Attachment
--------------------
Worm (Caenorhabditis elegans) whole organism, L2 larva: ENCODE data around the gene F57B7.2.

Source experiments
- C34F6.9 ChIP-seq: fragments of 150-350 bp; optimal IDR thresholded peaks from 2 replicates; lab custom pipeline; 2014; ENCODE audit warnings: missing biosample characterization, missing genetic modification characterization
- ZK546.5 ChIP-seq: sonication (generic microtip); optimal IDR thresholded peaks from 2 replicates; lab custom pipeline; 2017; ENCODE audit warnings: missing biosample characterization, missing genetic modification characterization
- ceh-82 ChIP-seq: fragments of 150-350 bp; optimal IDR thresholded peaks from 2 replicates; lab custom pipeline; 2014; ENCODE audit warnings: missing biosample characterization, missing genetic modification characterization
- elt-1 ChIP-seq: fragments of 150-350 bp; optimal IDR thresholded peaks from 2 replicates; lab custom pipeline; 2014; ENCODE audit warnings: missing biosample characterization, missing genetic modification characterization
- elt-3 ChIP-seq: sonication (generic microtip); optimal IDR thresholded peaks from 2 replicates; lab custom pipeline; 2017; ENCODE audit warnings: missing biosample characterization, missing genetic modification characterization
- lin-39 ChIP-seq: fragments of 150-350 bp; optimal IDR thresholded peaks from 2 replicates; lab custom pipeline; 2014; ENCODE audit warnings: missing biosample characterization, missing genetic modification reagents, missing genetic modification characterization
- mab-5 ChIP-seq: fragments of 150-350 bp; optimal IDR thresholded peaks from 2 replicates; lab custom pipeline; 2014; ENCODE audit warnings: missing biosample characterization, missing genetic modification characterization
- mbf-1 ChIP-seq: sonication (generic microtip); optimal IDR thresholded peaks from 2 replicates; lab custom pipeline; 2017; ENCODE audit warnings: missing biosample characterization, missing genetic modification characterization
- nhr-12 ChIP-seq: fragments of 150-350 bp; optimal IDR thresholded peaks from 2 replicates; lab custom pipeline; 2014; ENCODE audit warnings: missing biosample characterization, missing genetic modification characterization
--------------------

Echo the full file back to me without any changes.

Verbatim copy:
Worm (Caenorhabditis elegans) whole organism, L2 larva: ENCODE data around the gene F57B7.2.

Source experiments
- C34F6.9 ChIP-seq: fragments of 150-350 bp; optimal IDR thresholded peaks from 2 replicates; lab custom pipeline; 2014; ENCODE audit warnings: missing biosample characterization, missing genetic modification characterization
- ZK546.5 ChIP-seq: sonication (generic microtip); optimal IDR thresholded peaks from 2 replicates; lab custom pipeline; 2017; ENCODE audit warnings: missing biosample characterization, missing genetic modification characterization
- ceh-82 ChIP-seq: fragments of 150-350 bp; optimal IDR thresholded peaks from 2 replicates; lab custom pipeline; 2014; ENCODE audit warnings: missing biosample characterization, missing genetic modification characterization
- elt-1 ChIP-seq: fragments of 150-350 bp; optimal IDR thresholded peaks from 2 replicates; lab custom pipeline; 2014; ENCODE audit warnings: missing biosample characterization, missing genetic modification characterization
- elt-3 ChIP-seq: sonication (generic microtip); optimal IDR thresholded peaks from 2 replicates; lab custom pipeline; 2017; ENCODE audit warnings: missing biosample characterization, missing genetic modification characterization
- lin-39 ChIP-seq: fragments of 150-350 bp; optimal IDR thresholded peaks from 2 replicates; lab custom pipeline; 2014; ENCODE audit warnings: missing biosample characterization, missing genetic modification reagents, missing genetic modification characterization
- mab-5 ChIP-seq: fragments of 150-350 bp; optimal IDR thresholded peaks from 2 replicates; lab custom pipeline; 2014; ENCODE audit warnings: missing biosample characterization, missing genetic modification characterization
- mbf-1 ChIP-seq: sonication (generic microtip); optimal IDR thresholded peaks from 2 replicates; lab custom pipeline; 2017; ENCODE audit warnings: missing biosample characterization, missing genetic modification characterization
- nhr-12 ChIP-seq: fragments of 150-350 bp; optimal IDR thresholded peaks from 2 replicates; lab custom pipeline; 2014; ENCODE audit warnings: missing biosample characterization, missing genetic modification characterization